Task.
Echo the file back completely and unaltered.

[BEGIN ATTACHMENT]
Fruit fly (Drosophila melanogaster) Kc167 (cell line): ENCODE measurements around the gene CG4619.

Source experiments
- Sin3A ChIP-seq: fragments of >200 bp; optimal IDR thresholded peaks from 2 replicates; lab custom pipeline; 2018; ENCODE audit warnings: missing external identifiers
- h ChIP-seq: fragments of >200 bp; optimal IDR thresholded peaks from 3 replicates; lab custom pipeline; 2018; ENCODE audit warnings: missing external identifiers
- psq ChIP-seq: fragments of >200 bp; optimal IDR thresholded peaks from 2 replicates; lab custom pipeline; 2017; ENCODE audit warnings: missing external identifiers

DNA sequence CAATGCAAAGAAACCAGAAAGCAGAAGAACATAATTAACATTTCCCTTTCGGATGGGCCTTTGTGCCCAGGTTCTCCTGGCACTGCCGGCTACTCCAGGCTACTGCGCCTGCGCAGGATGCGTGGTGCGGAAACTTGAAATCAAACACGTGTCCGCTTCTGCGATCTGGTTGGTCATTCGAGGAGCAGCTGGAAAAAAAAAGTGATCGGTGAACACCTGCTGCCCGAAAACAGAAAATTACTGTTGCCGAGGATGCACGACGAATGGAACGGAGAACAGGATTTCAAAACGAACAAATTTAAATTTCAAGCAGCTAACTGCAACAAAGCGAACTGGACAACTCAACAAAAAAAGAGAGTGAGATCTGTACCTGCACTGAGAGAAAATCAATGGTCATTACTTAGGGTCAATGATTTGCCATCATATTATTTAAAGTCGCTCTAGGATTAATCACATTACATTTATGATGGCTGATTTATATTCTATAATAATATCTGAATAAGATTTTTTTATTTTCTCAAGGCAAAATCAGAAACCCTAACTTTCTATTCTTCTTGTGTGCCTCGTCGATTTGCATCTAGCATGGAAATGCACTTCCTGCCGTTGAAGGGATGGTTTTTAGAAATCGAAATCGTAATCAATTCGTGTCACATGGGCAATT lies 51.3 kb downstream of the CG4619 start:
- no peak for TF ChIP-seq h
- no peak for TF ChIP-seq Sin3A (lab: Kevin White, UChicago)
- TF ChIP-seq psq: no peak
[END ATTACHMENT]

Fruit fly (Drosophila melanogaster) Kc167 (cell line): ENCODE measurements around the gene CG4619.

Source experiments
- Sin3A ChIP-seq: fragments of >200 bp; optimal IDR thresholded peaks from 2 replicates; lab custom pipeline; 2018; ENCODE audit warnings: missing external identifiers
- h ChIP-seq: fragments of >200 bp; optimal IDR thresholded peaks from 3 replicates; lab custom pipeline; 2018; ENCODE audit warnings: missing external identifiers
- psq ChIP-seq: fragments of >200 bp; optimal IDR thresholded peaks from 2 replicates; lab custom pipeline; 2017; ENCODE audit warnings: missing external identifiers

DNA sequence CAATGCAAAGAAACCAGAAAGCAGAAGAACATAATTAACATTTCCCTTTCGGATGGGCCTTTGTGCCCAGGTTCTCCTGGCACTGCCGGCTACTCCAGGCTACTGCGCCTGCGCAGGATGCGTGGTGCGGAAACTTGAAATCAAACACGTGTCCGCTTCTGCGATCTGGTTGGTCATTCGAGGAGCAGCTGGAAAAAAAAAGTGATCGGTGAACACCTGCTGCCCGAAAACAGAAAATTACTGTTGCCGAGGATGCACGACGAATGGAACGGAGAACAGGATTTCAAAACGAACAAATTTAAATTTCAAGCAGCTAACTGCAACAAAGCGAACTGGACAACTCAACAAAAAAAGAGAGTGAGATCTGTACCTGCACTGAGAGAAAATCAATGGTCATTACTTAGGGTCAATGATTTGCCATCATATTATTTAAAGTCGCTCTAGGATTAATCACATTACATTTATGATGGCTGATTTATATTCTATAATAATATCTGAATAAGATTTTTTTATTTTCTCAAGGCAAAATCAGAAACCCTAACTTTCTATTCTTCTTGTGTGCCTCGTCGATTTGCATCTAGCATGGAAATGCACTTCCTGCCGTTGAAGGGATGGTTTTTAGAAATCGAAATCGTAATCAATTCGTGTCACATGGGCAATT lies 51.3 kb downstream of the CG4619 start:
- no peak for TF ChIP-seq h
- no peak for TF ChIP-seq Sin3A (lab: Kevin White, UChicago)
- TF ChIP-seq psq: no peak